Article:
Attachments by Rainbow Rowell
“Hi, I’m the guy who reads your e-mail, and also, I love you . . . ”
Beth Fremont and Jennifer Scribner-Snyder know that somebody is monitoring their work e-mail. (Everybody in the newsroom knows. It’s company policy.) But they can’t quite bring themselves to take it seriously. They go on sending each other endless and endlessly hilarious e-mails, discussing every aspect of their personal lives.
Meanwhile, Lincoln O’Neill can’t believe this is his job now- reading other people’s e-mail. When he applied to be “internet security officer,” he pictured himself building firewalls and crushing hackers- not writing up a report every time a sports reporter forwards a dirty joke.
When Lincoln comes across Beth’s and Jennifer’s messages, he knows he should turn them in. But he can’t help being entertained-and captivated-by their stories.
By the time Lincoln realizes he’s falling for Beth, it’s way too late to introduce himself.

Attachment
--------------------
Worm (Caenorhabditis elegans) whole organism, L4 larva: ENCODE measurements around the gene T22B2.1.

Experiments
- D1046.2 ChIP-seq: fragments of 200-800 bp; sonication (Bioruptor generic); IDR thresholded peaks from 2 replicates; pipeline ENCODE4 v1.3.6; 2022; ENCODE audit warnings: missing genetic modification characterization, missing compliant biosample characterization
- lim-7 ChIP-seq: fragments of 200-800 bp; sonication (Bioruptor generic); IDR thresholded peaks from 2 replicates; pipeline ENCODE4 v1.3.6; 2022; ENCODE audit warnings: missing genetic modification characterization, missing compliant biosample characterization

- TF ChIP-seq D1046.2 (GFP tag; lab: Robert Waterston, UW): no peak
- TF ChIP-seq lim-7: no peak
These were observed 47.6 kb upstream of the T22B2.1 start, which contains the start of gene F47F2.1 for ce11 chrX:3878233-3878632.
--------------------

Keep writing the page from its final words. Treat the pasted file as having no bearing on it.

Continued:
What would he say . . . ? (via Goodreads)
I needed a slump-buster. After the stress of returning from vacation, I needed a light-ish, enjoyable read. And that meant picking up one of Rainbow Rowell’s books.
Attachments is like my favorite type of romantic comedy. The circumstances are a little odd-ball. The characters have problems other than being partnerless. There are things going on that are separate from their romance. The world is populated by normal people. No one’s overly glamorous, but everyone is as funny as we all wish we were. Add to that, Attachments has that geeky quality that I expect from Rowell, and it’s set in my hometown. There’s a quip in the book about Sandra Bullock rom-coms, but this book does remind me of one of my favorite chick flicks, While You Were Sleeping.
I will say that I had a bit of a hard time sorting Beth and Jennifer out. It was less about their voices and more that I couldn’t, for part of the book, remember who was with Mitch and who was with Chris. I kind of wish there would have been a cast page like you find at the the beginning of a play. Considering that we only see the world from Lincoln’s POV and only “hear” from Beth and Jennifer through their emails, Beth and Jennifer really are like reading the dialog from a play, a little unmoored from the solid story. But this is really a minor annoyance.
Overall, it was exactly the book I needed last week.
Publishing info, my copy: Penguin Publishing Group, eLibrary edition
Acquired: Tempe OverDrive Digital Collection
Genre: Romantic Comedy